Northwest Curves, a fitness center designed exclusively for women, provides members with a 30-minute circuit of hydraulic resistance machines designed for an efficient cardio and strength training workout. During the training, attendees can burn up to 500 calories and work each major muscle group to work toward individual fitness goals. An experienced coach is always nearby to teach and motivate participants, and a soundtrack of fun, upbeat music cues participants to move on to the next station. Instead of fiddling with weight stacks and losing momentum, the hydraulic machines use your own body weight and fitness level to create resistance. Each machine uses push-and-pull motions to create toned, lean muscles perfect for crushing a grapefruit without looking like you can.
In 1987, indoor climbing was as unpopular in the Seattle area as breeding labradoodles. But Vertical World––a pioneer indoor climbing gym––introduced the city to the up-and-coming sport of rock climbing in a controlled environment. Since its inception, the gym has expanded to three other locations in Everett, Tacoma, and Redmond, the latter hosting eastside climbers for more than 20 years.
A team of experienced route creators challenges climbers with more than 200 bouldering, lead, or top-rope routes in a wide variety of difficulty levels. The gym hosts competitive youth teams that have gone on to national or world tournaments. The gym's staff of climbers and guides also leads outdoor excursions that build confidence and teach novices how to identify a rock wall in the wild.
Whether inside the gym hopping on and off plyometric boxes or outside lifting weights when the sun shines, the trainers at Westsound CrossFit keep routines interesting with ever-changing daily workouts. It’s all part of the CrossFit system, which is designed to employ all muscle groups while staving off the boredom of repetition. Intense classes feature functional movements—such as lifting, pushing, and pulling—that prep participants for all sports, work, and daily activities.
American Athlete’s owner, Tony Held, and his team strive to foster a community that inspires their members to carry health and fitness throughout all aspects of their lives. To push them toward reaching their fitness goals, they’ve stocked their facility with strength and cardio equipment, such as Precor ellipticals and Keiser M3 cycles. They lead students in a broad range of group fitness classes, such as the heart-pumping, Latin-inspired global dance party known as Zumba. Their Les Mills classes include BodyCombat, in which participants unleash a furious array of martial-arts-inspired moves on imaginary armies of parking-meter maids. For more solitary workouts, personal trainers customize one-on-one sessions, offering encouragement as they help their clients blast past plateaus to new levels of fitness.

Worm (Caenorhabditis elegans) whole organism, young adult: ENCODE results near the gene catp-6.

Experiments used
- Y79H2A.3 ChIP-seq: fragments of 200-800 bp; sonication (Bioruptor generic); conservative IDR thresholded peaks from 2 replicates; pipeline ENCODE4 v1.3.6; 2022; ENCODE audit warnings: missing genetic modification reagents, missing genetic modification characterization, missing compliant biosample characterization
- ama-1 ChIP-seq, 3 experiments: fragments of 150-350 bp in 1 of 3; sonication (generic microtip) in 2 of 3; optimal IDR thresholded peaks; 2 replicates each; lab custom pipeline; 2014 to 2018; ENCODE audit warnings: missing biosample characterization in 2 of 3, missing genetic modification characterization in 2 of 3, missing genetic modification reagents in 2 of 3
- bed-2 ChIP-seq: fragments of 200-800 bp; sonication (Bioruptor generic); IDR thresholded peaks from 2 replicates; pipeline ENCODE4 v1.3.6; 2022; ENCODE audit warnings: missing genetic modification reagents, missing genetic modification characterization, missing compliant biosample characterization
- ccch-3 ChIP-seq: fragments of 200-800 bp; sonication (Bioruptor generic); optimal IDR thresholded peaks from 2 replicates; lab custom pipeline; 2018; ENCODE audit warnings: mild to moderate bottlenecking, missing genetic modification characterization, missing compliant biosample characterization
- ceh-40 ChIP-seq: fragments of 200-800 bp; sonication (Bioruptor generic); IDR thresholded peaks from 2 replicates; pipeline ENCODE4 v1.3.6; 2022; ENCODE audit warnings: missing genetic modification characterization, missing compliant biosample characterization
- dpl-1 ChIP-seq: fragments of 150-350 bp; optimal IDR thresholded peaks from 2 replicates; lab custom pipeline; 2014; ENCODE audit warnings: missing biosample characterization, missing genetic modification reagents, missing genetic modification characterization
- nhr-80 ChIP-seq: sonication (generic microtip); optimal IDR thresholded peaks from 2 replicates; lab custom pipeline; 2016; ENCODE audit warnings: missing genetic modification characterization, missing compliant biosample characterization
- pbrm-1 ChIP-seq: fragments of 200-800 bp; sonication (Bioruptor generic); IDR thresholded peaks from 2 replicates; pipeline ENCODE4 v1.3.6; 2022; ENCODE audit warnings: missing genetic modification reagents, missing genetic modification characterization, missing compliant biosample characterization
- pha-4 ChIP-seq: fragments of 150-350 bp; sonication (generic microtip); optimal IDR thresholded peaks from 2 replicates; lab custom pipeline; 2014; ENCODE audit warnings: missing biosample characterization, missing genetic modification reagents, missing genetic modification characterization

Members of Olympic Athletic Club strengthen their muscles in a building where weary nineteenth-century travelers used to rest theirs. The historical former hotel still exudes old-fashioned glamour, from the theater-like marquee and a clock designed by renowned neon artist Roger Legerano to the interior's leather furniture and exposed brick walls. A tour of the inside of the club also reveals why it was named Best Workout Venue in 2009 by the Ballard News-Tribune and Best Health Club in 2012 by Seattle Magazine.
In addition to rows of cardio machines with personal-viewing screens, visitors catch a glimpse of group classes that range from meditative tai chi to high-intensity boot-camp workouts. Children in the Kids Korner can entertain themselves by calculating the number of calories in an invisible friend's lunch while their parents swim laps in the pool or play a game on the basketball and racquetball courts.
It's been more than three decades since Andrew Drake rode his first wave, but his passion for surfing stays strong. Washington Surf Academy is the embodiment of his passion and has grown to include instruction not just for surfing but for paddleboards as well. Unlike a gingerbread man's enemies, Mr. Drake's classes don't take a cookie-cutter approach. "Every person is a unique case," he says. The diversity of his clientele is one of the things Mr. Drake finds most rewarding. "Some people will have huge fears, and it is nice to see them get over them. This one time, this lady was freaking out, but I talked her into it, and she loved it so much that she bought a board from us on the first day."
By helping them to float out of their comfort zones, Mr. Drake and his team open people up to the hidden world off Seattle's coast. With snow-capped peaks in the distance, surfers can conquer waves and paddleboarders can float beneath bald eagles flying to their next college history lecture.